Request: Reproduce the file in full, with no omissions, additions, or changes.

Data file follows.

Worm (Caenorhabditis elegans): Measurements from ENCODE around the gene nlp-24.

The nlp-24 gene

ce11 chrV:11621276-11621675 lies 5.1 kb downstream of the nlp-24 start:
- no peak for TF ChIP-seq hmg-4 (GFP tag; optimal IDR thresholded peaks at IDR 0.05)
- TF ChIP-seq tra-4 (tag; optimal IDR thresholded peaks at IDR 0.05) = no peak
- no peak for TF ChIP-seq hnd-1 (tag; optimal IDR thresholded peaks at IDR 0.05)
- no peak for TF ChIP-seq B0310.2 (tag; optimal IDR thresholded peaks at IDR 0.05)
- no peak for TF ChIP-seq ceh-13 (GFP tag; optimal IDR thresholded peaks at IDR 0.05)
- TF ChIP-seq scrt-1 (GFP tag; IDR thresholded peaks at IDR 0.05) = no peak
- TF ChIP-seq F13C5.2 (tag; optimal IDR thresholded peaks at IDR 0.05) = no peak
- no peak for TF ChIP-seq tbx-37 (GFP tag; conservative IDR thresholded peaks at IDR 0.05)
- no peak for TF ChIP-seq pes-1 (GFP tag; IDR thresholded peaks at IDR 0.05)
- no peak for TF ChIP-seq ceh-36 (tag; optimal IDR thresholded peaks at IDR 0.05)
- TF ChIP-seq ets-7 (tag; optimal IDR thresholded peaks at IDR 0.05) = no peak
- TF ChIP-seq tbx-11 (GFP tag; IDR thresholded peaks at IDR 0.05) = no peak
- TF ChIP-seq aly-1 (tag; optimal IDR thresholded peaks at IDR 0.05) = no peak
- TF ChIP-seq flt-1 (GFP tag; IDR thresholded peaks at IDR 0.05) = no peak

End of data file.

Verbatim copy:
Worm (Caenorhabditis elegans): Measurements from ENCODE around the gene nlp-24.

The nlp-24 gene

ce11 chrV:11621276-11621675 lies 5.1 kb downstream of the nlp-24 start:
- no peak for TF ChIP-seq hmg-4 (GFP tag; optimal IDR thresholded peaks at IDR 0.05)
- TF ChIP-seq tra-4 (tag; optimal IDR thresholded peaks at IDR 0.05) = no peak
- no peak for TF ChIP-seq hnd-1 (tag; optimal IDR thresholded peaks at IDR 0.05)
- no peak for TF ChIP-seq B0310.2 (tag; optimal IDR thresholded peaks at IDR 0.05)
- no peak for TF ChIP-seq ceh-13 (GFP tag; optimal IDR thresholded peaks at IDR 0.05)
- TF ChIP-seq scrt-1 (GFP tag; IDR thresholded peaks at IDR 0.05) = no peak
- TF ChIP-seq F13C5.2 (tag; optimal IDR thresholded peaks at IDR 0.05) = no peak
- no peak for TF ChIP-seq tbx-37 (GFP tag; conservative IDR thresholded peaks at IDR 0.05)
- no peak for TF ChIP-seq pes-1 (GFP tag; IDR thresholded peaks at IDR 0.05)
- no peak for TF ChIP-seq ceh-36 (tag; optimal IDR thresholded peaks at IDR 0.05)
- TF ChIP-seq ets-7 (tag; optimal IDR thresholded peaks at IDR 0.05) = no peak
- TF ChIP-seq tbx-11 (GFP tag; IDR thresholded peaks at IDR 0.05) = no peak
- TF ChIP-seq aly-1 (tag; optimal IDR thresholded peaks at IDR 0.05) = no peak
- TF ChIP-seq flt-1 (GFP tag; IDR thresholded peaks at IDR 0.05) = no peak